April 13, 2024

New star system discovered orbiting our galaxy, the Milky Way • Earth.com

A team of astronomers from Yale and the University of Victoria has made a surprising discovery – UMa3/U1 – the faintest star system ever observed orbiting our galaxy, the Milky Way.

Nicknamed Ursa Major III / UNIONS 1 (UMa3/U1), it is an incredibly dim and ancient group of stars located 30,000 light-years away in the constellation Ursa Major (which contains Ursa Major).

UMa3/U1 hiding in plain sight

UMa3/U1 was invisible for a long time because it is incredibly weak and small. We’re talking about just 60 stars spanning about 10 light years across.

For comparison, a single light year is almost 6 trillion miles. Even with powerful telescopes, it would be like trying to spot a handful of dust particles floating under a spotlight.

Despite its small size, this little cosmic neighbor is quite close, just 30,000 light years from Earth. It resides in the constellation Ursa Major (which contains the Big Dipper).

Is UMa3/U1 a galaxy or a star cluster?

The main question astronomers have is this: is UMa3/U1 a true dwarf galaxy or is it a star cluster? The answer may come down to a mysterious and invisible substance – dark matter.

Galaxies are thought to be held together by the gravitational pull of dark matter – a type of matter we can’t see directly, but which scientists know exists due to its gravitational effects.

On the other hand, gravity alone usually binds stars together into star clusters, often without the help of dark matter.

However, the surprising spread of UMa3/U1 stars did not lead to their disintegration by the gravitational forces of the Milky Way. Could dark matter be the invisible glue that holds this cosmic relic together?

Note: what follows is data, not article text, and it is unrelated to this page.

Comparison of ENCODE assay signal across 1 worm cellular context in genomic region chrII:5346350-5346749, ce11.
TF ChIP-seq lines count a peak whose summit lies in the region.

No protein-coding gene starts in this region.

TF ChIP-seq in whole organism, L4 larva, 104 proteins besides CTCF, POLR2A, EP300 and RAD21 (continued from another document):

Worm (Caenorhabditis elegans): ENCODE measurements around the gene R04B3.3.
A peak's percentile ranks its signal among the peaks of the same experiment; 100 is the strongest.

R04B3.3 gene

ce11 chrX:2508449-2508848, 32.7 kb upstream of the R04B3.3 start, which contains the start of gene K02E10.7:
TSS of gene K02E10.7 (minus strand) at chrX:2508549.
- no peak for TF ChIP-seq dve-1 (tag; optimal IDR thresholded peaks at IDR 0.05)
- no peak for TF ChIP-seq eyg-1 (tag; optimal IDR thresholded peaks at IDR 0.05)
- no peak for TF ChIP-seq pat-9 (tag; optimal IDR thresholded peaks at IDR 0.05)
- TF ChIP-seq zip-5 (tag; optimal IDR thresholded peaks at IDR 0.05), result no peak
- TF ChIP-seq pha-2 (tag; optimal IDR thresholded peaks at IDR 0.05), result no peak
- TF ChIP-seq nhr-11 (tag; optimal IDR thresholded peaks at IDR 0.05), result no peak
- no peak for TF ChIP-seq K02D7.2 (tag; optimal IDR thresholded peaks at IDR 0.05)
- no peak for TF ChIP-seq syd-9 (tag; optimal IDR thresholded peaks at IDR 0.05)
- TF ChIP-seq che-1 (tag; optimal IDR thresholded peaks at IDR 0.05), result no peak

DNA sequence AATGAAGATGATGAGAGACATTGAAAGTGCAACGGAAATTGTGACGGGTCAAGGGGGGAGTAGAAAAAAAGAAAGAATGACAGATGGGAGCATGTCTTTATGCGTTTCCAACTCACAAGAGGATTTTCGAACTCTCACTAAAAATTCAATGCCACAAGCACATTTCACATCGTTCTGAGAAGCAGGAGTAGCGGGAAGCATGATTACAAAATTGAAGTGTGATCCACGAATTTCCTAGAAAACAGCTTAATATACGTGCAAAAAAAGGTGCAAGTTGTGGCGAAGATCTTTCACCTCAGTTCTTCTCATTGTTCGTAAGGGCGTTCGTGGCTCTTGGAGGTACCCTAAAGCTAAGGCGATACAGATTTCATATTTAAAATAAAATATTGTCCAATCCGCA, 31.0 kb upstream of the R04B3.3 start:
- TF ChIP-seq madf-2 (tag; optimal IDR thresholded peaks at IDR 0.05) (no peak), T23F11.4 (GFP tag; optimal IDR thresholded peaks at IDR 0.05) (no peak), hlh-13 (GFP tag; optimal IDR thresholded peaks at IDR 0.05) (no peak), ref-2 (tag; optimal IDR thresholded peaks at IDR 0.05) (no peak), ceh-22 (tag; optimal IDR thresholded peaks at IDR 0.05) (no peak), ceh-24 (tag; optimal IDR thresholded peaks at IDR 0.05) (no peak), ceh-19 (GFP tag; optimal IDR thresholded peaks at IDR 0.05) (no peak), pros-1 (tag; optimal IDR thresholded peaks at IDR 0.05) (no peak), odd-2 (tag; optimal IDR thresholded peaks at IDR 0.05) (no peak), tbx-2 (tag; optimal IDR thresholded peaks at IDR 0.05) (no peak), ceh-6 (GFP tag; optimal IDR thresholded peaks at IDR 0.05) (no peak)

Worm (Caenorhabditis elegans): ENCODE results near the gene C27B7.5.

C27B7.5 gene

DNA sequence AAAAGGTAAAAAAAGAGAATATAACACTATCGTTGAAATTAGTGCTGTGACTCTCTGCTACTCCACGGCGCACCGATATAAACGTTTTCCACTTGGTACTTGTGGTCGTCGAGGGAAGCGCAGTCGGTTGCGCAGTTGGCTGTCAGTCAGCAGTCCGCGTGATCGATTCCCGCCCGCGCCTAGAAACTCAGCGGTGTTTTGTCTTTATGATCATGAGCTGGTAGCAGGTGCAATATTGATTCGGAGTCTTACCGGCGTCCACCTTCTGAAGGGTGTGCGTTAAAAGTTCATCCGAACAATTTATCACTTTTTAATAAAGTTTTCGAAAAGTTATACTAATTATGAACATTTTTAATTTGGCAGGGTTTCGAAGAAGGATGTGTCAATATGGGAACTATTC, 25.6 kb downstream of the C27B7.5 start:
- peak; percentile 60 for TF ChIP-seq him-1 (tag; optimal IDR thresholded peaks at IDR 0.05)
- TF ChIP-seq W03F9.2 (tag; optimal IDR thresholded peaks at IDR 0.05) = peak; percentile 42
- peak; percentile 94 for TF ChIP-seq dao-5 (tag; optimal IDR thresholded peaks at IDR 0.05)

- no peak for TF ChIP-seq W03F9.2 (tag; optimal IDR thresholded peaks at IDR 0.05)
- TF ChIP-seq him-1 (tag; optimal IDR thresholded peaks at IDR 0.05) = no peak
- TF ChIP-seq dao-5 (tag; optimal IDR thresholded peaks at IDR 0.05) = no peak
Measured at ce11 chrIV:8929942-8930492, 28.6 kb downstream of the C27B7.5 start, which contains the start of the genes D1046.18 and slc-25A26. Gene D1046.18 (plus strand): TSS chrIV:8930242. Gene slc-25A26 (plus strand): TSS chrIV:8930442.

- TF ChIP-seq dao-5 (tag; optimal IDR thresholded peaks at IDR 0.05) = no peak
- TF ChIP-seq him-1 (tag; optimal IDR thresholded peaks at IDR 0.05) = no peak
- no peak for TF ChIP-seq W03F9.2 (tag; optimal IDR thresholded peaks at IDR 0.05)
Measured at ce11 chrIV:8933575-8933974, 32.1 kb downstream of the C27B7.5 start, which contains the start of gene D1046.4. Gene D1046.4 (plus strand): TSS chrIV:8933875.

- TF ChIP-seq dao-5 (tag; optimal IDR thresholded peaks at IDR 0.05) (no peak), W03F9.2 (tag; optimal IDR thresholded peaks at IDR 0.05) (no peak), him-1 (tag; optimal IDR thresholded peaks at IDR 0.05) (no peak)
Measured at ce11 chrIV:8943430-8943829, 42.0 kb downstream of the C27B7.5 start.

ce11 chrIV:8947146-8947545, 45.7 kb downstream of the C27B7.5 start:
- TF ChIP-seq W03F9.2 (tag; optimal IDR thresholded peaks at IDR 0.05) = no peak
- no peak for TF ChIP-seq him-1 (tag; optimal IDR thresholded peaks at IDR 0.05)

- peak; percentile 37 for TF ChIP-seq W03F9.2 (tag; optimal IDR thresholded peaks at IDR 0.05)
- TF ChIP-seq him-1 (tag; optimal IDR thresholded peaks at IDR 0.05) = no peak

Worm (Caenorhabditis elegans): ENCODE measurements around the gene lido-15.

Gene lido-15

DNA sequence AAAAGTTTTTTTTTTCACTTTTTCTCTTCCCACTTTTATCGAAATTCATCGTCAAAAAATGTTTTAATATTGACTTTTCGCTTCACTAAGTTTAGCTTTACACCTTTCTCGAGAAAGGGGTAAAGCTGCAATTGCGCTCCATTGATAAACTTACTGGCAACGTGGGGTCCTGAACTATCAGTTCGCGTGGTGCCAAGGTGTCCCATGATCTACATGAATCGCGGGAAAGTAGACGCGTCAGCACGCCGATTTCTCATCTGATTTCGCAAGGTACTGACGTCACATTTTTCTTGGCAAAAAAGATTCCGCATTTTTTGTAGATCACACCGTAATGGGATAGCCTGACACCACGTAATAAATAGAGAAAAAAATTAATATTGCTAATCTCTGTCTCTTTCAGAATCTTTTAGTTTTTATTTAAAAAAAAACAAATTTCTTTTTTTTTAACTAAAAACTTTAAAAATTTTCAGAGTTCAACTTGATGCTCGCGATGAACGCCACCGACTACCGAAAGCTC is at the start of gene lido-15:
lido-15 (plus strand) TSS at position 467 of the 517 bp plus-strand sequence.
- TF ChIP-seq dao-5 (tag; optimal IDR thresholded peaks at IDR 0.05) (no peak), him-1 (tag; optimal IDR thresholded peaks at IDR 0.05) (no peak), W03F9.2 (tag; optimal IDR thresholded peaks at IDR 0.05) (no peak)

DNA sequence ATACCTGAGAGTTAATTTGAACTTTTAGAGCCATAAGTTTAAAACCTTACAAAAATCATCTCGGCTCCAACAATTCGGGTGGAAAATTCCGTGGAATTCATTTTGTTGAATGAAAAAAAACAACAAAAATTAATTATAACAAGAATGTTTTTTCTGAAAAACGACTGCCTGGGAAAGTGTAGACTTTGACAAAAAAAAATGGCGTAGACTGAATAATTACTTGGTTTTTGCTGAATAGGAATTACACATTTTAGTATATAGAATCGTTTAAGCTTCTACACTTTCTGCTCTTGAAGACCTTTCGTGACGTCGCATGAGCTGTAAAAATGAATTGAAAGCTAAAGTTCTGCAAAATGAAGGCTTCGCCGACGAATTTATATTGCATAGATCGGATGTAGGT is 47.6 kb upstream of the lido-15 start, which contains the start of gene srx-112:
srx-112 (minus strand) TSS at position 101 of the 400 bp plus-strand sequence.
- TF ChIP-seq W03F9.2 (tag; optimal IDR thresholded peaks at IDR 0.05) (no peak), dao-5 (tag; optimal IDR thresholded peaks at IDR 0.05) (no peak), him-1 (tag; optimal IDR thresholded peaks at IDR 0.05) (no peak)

“The object is so insignificant that its long-term survival is very surprising,” explains Will Cerny, a Yale University graduate student involved in the study. “We might expect that the strong tidal forces of the Milky Way’s disk would have already destroyed the system, leaving no observable trace.”

UMa3/U1 as a galaxy

First, UMa3/U1 may be a true dwarf galaxy, an entity with an incredibly low amount of visible matter compared to what we typically observe in these galaxies.

This feature makes it an intriguing topic of study, as it suggests that UMa3/U1 may be predominantly composed of dark matter.

If UMa3/U1 is indeed a dwarf galaxy rich in dark matter, it could provide valuable information about the role of dark matter in the formation and evolution of galaxies.

It could support the theory that many of these dark matter-dominated galaxies exist but remain hidden from our view, potentially revolutionizing our understanding of the structure of the Universe.

star cluster

Alternatively, UMa3/U1 could be a star cluster on the verge of disintegration. This perspective portrays UMa3/U1 as a cosmic anomaly, a cluster of stars that has remained together for billions of years and is now possibly in its final stages of disintegration due to the gravitational forces of the Milky Way.

Observing such disintegration in real time would offer a unique opportunity to study the life cycle of star clusters and the dynamic processes involved in their evolution and dissolution.